Friday, 26 April 2019


Road Crash Rescue team back from world challenge in South Africa

The Whitianga Volunteer Fire Brigade’s Road Crash Rescue Team - Spida Mangin, Grassy Mangin, Julian Lee, Dallas Martin, Sean King and James Stops - have last week returned from the World Road Crash Rescue Challenge that was held in Cape Town, South Africa.

The team qualified for the challenge by winning the Australasian Road Crash Rescue Challenge held in Hamilton in 2017. “The challenge in Cape Town was a real eye opener for us, not only in terms of the challenge itself, but life in general in Cape Town,” says Roly Chaney, Chief Fire Officer of the Whitianga Volunteer Fire Brigade, who accompanied the team as manager and coach.

The result was not what the team have hoped for. They placed 25th out of 31 teams. The event was won by a team from South Wales in the UK, followed by Consorcio De Valencia (Spain) and RSB Lisboa (Portugal).

“It was great to see teams from all over the world come together to compete and share different techniques on how to remove patients from car accidents,” says Roly. “We’ve also had the privilege of trying out new cutting gear that has been developed in the USA. The gear is a little bit heavier than what we currently use, but it seems to be more powerful as we could cut a tow ball and a steering column, which we can’t do with our present tools.

“The challenge was run a bit differently from what we’re used to, which threw us a bit. We didn’t have 10 minutes to check all our equipment, like we usually do, and our medics, who are only basic first aiders, were judged against fully professional paramedics and advanced paramedics. Most of the other teams were all career fire fighters. One of the teams from America were all placed on the same watch just so they could train every day for the challenge.

“We’re proud that we showed the world what New Zealand is made of. We gave it our all. The crowd loved the haka we performed on the last day of the challenge.

“There was a heat wave while we were in Cape Town. The first day of the challenge the temperature hit 40°C and of course we were dressed in black boots, black overalls and black helmets!”

“After looking around Cape Town, we’ve soon realised how lucky we are to be living in New Zealand. We’re not used to having people coming up to you in the street begging for money or food, some as young as 11 or 12. And seeing where some of the people live, sleeping under a piece of cardboard next to the main motorways or just sleeping on the street.

“Driving to Athlone Stadium where the challenge was held was also an eye-opener. The stadium wasn’t far away from what we would call slums, hundreds of small tin shacks only centimetres apart from each other, housing thousands of people. The rubbish around these areas was just unbelievable.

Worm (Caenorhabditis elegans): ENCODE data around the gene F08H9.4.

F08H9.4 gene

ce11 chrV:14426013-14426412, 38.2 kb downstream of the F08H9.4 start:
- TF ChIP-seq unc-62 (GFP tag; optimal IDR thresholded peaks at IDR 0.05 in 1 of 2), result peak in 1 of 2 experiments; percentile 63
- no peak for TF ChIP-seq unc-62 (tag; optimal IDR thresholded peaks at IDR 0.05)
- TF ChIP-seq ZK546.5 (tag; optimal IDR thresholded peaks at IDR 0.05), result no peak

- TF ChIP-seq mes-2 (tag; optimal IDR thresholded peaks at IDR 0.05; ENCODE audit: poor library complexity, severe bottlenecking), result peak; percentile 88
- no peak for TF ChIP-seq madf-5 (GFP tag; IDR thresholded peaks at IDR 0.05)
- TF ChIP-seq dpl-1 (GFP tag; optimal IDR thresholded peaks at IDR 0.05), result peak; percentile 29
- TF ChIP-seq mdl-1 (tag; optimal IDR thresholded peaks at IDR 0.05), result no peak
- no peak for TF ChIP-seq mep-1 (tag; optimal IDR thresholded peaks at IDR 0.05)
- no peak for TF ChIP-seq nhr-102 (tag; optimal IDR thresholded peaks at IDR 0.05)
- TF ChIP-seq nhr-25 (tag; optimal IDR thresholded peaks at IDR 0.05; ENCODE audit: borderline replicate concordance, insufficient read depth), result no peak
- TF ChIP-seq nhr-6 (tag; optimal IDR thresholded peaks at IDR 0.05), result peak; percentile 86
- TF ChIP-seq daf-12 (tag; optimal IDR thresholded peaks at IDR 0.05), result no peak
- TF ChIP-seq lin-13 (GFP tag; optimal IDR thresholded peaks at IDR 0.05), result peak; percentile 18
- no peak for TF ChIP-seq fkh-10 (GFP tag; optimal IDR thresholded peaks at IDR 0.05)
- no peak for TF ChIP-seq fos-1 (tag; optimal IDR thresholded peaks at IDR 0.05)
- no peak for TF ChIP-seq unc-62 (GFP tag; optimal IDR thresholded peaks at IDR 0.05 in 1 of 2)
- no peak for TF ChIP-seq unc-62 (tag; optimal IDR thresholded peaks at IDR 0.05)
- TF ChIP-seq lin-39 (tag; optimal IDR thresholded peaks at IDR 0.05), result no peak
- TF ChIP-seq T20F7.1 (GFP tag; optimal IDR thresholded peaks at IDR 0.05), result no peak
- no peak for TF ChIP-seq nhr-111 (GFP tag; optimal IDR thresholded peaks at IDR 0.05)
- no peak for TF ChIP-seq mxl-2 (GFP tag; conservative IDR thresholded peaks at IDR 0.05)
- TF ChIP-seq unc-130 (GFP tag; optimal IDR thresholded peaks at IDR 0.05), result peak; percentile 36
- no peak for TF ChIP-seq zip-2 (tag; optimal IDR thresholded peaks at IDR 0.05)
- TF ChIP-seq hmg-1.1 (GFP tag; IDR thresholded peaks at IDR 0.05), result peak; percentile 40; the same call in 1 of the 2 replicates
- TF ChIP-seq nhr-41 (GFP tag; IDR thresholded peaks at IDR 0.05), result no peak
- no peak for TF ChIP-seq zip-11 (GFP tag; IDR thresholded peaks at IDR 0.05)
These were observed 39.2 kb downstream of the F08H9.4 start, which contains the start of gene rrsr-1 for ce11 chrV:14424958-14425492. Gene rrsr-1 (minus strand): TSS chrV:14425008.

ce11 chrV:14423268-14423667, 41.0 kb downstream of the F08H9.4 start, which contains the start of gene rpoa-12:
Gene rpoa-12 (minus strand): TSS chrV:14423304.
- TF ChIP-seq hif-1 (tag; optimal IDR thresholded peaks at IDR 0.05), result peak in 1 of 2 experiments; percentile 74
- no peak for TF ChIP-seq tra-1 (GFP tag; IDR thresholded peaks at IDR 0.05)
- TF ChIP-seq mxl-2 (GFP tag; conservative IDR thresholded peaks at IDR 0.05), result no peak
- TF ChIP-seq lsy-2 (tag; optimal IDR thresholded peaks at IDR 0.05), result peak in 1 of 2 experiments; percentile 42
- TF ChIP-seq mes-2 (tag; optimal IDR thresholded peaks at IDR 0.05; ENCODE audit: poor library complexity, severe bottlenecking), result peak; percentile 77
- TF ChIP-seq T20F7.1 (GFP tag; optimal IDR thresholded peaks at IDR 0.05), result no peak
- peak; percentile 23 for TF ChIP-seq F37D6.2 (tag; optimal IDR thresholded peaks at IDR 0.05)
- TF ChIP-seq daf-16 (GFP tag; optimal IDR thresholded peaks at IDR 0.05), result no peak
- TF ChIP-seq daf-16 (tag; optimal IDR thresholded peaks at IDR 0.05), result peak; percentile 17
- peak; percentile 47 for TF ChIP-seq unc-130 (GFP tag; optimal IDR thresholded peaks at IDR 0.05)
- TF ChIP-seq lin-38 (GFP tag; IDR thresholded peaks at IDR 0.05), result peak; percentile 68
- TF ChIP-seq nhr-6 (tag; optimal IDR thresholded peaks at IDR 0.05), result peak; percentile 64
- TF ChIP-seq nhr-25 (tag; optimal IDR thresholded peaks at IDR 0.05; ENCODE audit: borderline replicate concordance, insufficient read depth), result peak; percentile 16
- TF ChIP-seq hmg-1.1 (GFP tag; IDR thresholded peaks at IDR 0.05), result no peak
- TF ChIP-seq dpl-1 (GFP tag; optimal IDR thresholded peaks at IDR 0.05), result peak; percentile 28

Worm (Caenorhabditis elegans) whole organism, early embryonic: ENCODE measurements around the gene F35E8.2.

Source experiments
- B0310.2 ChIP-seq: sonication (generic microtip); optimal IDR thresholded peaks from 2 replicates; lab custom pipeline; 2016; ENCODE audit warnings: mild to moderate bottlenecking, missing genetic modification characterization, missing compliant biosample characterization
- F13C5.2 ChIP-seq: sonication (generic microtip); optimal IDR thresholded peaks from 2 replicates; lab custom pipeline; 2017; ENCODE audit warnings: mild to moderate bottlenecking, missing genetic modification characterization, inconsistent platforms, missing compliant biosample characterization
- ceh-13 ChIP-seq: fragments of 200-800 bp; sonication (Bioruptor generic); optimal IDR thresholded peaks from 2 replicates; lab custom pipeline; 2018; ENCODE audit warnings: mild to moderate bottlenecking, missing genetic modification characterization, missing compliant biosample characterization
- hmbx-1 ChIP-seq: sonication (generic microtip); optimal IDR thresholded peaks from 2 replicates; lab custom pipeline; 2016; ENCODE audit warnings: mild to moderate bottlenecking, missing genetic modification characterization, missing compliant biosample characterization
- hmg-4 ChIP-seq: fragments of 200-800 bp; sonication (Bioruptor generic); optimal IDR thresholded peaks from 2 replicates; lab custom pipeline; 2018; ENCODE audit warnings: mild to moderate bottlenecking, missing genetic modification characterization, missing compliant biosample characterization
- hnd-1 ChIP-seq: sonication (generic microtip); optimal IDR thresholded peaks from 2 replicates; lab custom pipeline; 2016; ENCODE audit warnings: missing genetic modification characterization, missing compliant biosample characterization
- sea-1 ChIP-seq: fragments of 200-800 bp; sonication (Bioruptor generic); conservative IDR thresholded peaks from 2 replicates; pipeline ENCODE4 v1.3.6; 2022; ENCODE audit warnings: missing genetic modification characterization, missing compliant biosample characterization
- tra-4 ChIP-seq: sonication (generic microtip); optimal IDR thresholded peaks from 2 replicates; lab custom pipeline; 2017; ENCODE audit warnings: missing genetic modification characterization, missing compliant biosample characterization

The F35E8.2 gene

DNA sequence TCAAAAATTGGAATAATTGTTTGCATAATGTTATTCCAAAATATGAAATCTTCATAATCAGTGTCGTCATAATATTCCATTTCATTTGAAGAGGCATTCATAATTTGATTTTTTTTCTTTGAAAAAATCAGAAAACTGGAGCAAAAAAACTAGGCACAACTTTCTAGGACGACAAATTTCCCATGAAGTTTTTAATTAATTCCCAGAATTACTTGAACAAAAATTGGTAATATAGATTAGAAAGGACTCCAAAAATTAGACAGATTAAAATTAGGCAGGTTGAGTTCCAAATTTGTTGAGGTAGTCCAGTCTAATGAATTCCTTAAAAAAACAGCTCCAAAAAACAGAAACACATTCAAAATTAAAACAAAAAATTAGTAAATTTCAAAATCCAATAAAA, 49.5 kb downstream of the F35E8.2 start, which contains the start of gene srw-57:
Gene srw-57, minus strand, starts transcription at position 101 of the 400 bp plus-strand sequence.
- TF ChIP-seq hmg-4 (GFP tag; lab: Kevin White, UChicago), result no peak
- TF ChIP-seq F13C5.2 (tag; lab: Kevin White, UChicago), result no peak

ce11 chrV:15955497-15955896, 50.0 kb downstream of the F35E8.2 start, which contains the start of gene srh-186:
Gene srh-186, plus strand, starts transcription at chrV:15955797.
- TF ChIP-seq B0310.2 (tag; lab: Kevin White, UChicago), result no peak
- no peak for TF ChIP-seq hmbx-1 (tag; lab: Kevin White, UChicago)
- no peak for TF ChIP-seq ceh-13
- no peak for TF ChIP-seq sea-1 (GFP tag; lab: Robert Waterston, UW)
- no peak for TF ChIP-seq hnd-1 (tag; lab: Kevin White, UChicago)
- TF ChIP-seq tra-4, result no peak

“While we were in Cape Town, they had a fire in one of the slums, destroying hundreds of shacks, taking many lives and leaving thousands homeless. We measured one of the slums next to the motorway using the trip meter of our rental car. It was 4.5km long and we had no idea how far back in it went.

“The people in Cape Town are like us in New Zealand very friendly and the food was amazing. Overall it was an experience none of us would ever forget.”

The team had to fundraise extensively to go to South Africa. They would like to thank the Whitianga community who never said no to buying one of their mussel fritters as well as their sponsors - The Mercury Bay Informer, Peninsula Roofing & Scaffolding, Yuasa Batteries, Esplanade Apartments, Coastal Signs, The Auto Barn, Guthrie Bowron Whitianga, Whiti City Cabs, The Lions Club of Whitianga, The Mercury Bay Lioness Club, the Australasian Road Rescue Organisation, the United Fire Brigades Association of New Zealand, BP New Zealand and the Matarangi, Matamata, Tapu, and Titarangi Volunteer Fire Brigades and Rural Fire Forces.

“We also would like to thank our wives and partners and all the members of the Whitianga Volunteer Fire Brigade for allowing us to train for the last seven months and for holding the fort at home and at the Whitianga Fire Station while we were away,” says Roly.

Pictured are the members of the Whitianga Volunteer Fire Brigade’s Road Crash rescue team during the recent World Road Crash rescue Challenge that was held in South Africa. Beck, from left to right - Spida Mangin, Dallas Martin, James Stops and Roly Chaney. Front - Sean King (left) and Julian Lee.



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The Mercury Bay Informer is a highly popular community newspaper, based in Whitianga. The paper is distributed throughout the Coromandel Peninsula, coast to coast from Thames to north of Colville.